Saturday, November 11, 2006

Get 'Hands-On' With Alternative Keyboards

A practical review of three keyboards ...

"Three types of keyboards are compared: one built for comfort, one built for touch-type training, and one with a radically different key layout

The computer keyboard is the weakest link in the entire user interface. The standard Qwerty keyboard—named for the keys in the top left row—is a legacy from the original invention of the typewriter nearly 150 years ago. Letters that are frequently typed (such as E, A, and I) were separated on the keyboard as a way to prevent the typewriter's keys from jamming. By the time fast typing was developed and made a requirement for clerical jobs, Qwerty's installed base was too huge to jettison. The invention of the PC in the '80s cemented Qwerty position.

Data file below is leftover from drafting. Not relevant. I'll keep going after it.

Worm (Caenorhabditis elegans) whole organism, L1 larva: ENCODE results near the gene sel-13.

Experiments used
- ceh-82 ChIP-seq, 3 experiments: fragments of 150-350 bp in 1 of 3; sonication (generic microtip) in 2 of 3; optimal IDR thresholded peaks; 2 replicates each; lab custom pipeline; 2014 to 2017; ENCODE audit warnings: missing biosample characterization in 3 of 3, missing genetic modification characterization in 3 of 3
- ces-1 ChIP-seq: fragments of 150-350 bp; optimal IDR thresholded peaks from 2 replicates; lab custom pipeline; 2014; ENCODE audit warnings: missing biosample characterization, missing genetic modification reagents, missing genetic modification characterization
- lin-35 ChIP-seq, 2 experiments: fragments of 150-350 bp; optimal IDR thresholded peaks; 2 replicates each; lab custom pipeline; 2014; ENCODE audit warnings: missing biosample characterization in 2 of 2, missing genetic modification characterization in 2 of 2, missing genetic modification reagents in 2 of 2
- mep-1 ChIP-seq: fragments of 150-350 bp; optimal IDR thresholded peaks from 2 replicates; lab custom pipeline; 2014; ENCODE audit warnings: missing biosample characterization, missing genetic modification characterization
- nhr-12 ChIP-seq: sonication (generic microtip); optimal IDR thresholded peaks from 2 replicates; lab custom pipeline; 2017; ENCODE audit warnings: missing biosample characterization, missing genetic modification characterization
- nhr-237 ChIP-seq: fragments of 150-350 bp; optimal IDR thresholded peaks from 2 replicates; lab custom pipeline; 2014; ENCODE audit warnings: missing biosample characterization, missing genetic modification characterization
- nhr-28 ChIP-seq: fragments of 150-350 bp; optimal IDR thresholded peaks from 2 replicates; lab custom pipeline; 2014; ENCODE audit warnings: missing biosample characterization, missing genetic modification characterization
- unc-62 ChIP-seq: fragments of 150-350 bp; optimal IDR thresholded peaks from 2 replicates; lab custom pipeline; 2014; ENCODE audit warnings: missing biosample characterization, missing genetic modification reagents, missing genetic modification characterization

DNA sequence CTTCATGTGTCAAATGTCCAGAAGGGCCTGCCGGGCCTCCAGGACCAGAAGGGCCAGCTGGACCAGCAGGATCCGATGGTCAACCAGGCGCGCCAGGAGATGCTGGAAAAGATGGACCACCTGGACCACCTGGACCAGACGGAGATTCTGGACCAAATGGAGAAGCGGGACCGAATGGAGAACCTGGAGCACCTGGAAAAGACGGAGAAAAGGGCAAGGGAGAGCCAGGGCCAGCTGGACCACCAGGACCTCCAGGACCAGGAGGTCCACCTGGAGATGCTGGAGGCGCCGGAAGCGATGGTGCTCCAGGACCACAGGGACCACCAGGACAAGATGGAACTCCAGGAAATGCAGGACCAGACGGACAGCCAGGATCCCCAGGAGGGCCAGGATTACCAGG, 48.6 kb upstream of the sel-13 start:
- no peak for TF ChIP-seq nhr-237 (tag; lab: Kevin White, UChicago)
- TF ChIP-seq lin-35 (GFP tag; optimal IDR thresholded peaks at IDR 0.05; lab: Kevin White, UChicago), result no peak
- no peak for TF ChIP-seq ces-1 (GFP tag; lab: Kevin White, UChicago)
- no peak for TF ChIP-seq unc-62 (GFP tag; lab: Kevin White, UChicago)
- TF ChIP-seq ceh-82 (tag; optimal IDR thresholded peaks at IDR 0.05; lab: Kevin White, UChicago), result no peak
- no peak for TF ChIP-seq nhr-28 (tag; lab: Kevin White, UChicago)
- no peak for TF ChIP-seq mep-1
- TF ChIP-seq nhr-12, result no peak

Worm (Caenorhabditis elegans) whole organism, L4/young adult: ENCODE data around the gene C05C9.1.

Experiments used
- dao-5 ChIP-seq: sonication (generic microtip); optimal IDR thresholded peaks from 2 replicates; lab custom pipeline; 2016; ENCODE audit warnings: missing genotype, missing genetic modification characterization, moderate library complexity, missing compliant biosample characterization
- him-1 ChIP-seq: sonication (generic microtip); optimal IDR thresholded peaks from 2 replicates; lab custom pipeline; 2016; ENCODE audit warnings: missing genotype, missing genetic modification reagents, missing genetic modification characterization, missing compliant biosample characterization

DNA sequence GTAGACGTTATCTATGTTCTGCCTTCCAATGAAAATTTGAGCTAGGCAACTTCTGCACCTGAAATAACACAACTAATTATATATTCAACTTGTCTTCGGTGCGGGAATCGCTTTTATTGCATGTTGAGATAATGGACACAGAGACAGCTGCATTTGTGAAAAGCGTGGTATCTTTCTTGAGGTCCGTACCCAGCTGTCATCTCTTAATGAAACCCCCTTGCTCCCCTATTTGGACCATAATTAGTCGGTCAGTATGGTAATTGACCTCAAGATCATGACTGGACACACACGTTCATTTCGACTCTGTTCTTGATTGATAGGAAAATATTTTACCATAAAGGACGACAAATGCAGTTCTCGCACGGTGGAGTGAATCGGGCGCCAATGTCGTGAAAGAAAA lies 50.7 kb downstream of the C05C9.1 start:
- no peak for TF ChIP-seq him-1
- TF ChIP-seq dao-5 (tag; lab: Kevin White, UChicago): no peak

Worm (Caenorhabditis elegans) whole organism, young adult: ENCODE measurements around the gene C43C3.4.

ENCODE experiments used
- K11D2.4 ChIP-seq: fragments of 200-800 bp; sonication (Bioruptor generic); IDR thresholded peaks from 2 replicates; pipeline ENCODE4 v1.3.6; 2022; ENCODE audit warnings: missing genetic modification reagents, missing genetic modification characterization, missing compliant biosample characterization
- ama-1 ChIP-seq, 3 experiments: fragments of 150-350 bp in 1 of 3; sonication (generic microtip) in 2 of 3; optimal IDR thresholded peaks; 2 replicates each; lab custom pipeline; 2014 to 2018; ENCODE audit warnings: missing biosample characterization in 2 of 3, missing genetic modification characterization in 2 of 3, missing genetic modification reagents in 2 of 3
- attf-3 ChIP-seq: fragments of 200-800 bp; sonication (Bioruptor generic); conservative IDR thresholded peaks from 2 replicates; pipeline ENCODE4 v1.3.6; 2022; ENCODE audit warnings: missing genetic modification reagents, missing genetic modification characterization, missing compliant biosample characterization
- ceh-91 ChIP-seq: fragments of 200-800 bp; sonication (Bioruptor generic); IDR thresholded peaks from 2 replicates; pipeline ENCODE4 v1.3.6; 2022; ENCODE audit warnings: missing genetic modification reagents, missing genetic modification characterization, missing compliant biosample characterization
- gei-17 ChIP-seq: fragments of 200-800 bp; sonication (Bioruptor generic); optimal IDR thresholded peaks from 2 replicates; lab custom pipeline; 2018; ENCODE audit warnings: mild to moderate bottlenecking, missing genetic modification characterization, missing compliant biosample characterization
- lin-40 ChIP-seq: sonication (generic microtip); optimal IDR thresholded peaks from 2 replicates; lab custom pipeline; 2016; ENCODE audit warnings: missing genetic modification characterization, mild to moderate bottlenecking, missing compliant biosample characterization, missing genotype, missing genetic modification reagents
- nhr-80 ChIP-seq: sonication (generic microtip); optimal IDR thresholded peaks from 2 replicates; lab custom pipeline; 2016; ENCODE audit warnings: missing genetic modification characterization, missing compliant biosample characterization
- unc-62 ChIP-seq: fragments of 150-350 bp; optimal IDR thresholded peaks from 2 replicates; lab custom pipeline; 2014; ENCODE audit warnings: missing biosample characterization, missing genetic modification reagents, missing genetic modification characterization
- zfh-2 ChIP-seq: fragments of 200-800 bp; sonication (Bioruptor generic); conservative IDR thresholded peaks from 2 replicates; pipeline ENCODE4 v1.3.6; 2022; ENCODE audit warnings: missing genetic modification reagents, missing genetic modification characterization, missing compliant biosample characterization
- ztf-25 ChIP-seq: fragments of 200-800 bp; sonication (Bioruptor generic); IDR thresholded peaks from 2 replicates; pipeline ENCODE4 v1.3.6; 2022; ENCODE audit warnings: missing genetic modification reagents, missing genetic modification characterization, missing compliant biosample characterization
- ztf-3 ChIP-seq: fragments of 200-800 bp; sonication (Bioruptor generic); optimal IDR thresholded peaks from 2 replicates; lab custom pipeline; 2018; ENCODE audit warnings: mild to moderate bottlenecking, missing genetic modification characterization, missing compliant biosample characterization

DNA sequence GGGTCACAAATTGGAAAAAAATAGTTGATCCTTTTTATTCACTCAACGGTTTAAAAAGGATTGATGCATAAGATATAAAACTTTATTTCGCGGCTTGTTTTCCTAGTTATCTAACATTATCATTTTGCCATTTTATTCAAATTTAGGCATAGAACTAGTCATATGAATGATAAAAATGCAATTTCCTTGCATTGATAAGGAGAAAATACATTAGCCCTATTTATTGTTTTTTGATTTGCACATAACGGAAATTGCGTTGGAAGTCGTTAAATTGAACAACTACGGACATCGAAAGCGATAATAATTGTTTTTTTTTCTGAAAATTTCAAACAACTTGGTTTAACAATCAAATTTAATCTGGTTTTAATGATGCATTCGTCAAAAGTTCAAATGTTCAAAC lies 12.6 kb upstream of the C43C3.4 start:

For bold system builders and users, third-party keyboards now exist that can make up for Qwerty's drawbacks. Some condition the user to their improve touch-typing using Qwerty, while others dispense with the Qwerty layout altogether.

System builders who include such unique keyboards to their products and services catalog can offer increased value to customers, at least customers who are open to unconventional alternatives. One caveat, however: You will have to work personally with these alternative keyboards before you can proficiently offer advice about them. They're not intuitive—but then, neither is typing on a standard keyboard.

In this Recipe I review three representative examples of alternative keyboards: ergonomic, training, and a non-Qwerty.

Microsoft's Ergonomic Keyboard
Das Keyboard
NSK 535 S"    (Continued via Small Biz Resource)    [Ergonomics Resources]

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